Currently, the average cost of reclaimed wood flooring in the United States for 2018 is $10.43 per square foot, before labor.

Salvaged Wood

This is similar to reclaimed wood but typically comes from the bottom of rivers or lakes as opposed to a previous building. It is often wood that was lost from distribution efforts centuries ago when timber was most commonly transported along waterways.

It may seem counterintuitive, but wood that has been submerged deep underwater for years may be in better condition than fresher alternatives. Water pressure pushes the sap out of trees while low oxygen levels reduce rot.

Salvaged wood has a lovely character with deep, rich coloring. In terms of care, it will need to be treated pretty much the same as any other wood flooring.

Prices are similar to other reclaimed wood flooring options, at $10 or higher per square foot.

Palm Wood Flooring

From an eco-friendly perspective, this flooring option has its pros and cons. It comes from palms that no longer produce coconuts at large-scale farms, which is great to make use of every part of the tree – but not so great when you think about supporting most palm oil plantations.

There are a variety of types to match any style of home. Finishing and care for palm wood flooring is similar to that of bamboo flooring, so just be careful about formaldehyde and VOCs in sealants or adhesives.

Costs are similar to many high-end wood flooring options, averaging at about $8 per square foot, before labor.

Porcelain or Ceramic Tiles

Both ceramic and porcelain tiles are made of clay. Porcelain tends to be a more refined clay, that makes for a harder tile and more variety in design, but that’s the only major difference.

Ceramic and porcelain tiles are sustainable and non-toxic, which is great for adding to homes that are already in use. Just be careful to use low-VOC grout during installation.

Tile can be very unique and production changes rapidly, so once you settle on a flooring – be sure to purchase a few extra tiles to keep stored away for repairs in case one ever breaks.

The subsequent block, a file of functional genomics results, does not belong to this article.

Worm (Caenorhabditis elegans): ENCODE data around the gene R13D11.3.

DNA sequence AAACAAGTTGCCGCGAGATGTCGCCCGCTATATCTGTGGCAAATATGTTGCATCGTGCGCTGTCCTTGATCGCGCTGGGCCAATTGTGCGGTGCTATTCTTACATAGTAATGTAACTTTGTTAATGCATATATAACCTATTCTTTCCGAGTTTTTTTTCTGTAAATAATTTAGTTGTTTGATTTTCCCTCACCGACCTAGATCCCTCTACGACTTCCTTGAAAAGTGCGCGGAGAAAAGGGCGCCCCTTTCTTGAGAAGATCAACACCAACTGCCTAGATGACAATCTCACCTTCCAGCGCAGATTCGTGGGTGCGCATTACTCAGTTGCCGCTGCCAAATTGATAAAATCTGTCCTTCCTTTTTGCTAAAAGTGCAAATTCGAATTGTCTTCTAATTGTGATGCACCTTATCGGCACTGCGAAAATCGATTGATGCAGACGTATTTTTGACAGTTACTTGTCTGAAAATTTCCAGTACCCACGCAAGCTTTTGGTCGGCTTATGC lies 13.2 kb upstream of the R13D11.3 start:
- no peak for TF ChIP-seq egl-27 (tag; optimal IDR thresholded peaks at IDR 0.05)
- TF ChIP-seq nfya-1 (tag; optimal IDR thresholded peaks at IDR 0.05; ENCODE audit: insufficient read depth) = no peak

Porcelain and ceramic tile costs can vary widely, especially if imported and may range anywhere between $3 to $12 per square foot.

Linoleum & Marmoleum

Many of us think of mom’s old kitchen when we hear the word “linoleum,” but it doesn’t have to be outdated or bad for the environment. Many current linoleum or marmoleum options look similar to ceramic tile in appearance but are made from sustainable materials such as burlap, cork dust, wood chips, calcium carbonate, or solidified linseed oil.

Not to be confused with vinyl tiles, linoleum can be anti-allergenic, anti-bacterial, and durable. However, it does come in rolls which always require installation by a specialist due to the varying patterns in the floor.

Costs for linoleum or marmoleum range from $5 to $12 per square foot, before labor.

Slate Flooring

Slate is a naturally-occurring stone that comes from what was once the bottom of a large lake or ocean.

Slate stones are common in Canada’s Quebec and Newfoundland regions, where they can be locally-sourced. The stones vary greatly in texture and color. Slate also holds heat well and may be polished as a safer method of finishing, instead of sealants.

Costs for slate flooring cover a wide range, between $4 to $25 per square foot.

Polished Concrete

While concrete production itself can emit a lot of greenhouse gases, the final product installed to the home is non-toxic for humans. Concrete flooring is also surprisingly versatile in appearance, as it can be cut or stained to look like slate or tile.

This floor option is highly durable and holds heat well, but may not be the best choice for families with kids due to safety reasons. It may be slippery and any falls or dropped dishes will be just the same as if they had happened on the sidewalk outside.

It can also be rather uncomfortable to stand on concrete floors for long periods of time, so mats are highly recommended for kitchens and other areas that require extended standing.

Polished concrete flooring can be very cost-effective, and might be a good option for finishing basements or garages, averaging between $2 and $12 per square foot.

Carpet & Area Rugs

The carpet production industry deserves an honorable mention as it has come a long way with regulating emissions, but it still can have a detrimental effect on the air quality within a home. If that is of concern in your green pursuits, it may not be the choice for you.

If your family struggles with allergies, consider that carpet can trap pet dander, dust, bacteria, and a host of other fibers, airborne contaminants, or chemicals that may increase sensitivity. It can be difficult to keep these surfaces clean with vacuuming alone.

On the bright side, carpet is comfortable for feet, less painful for little ones learning to walk, and a dish or two might survive if dropped (although protecting against stains is a whole other ordeal).

Recycled carpet or wool rugs may be the healthiest, most eco-friendly solutions available for purchase at this time.

Average cost per square foot of carpet varies widely, falling between $3 to $15 before installation.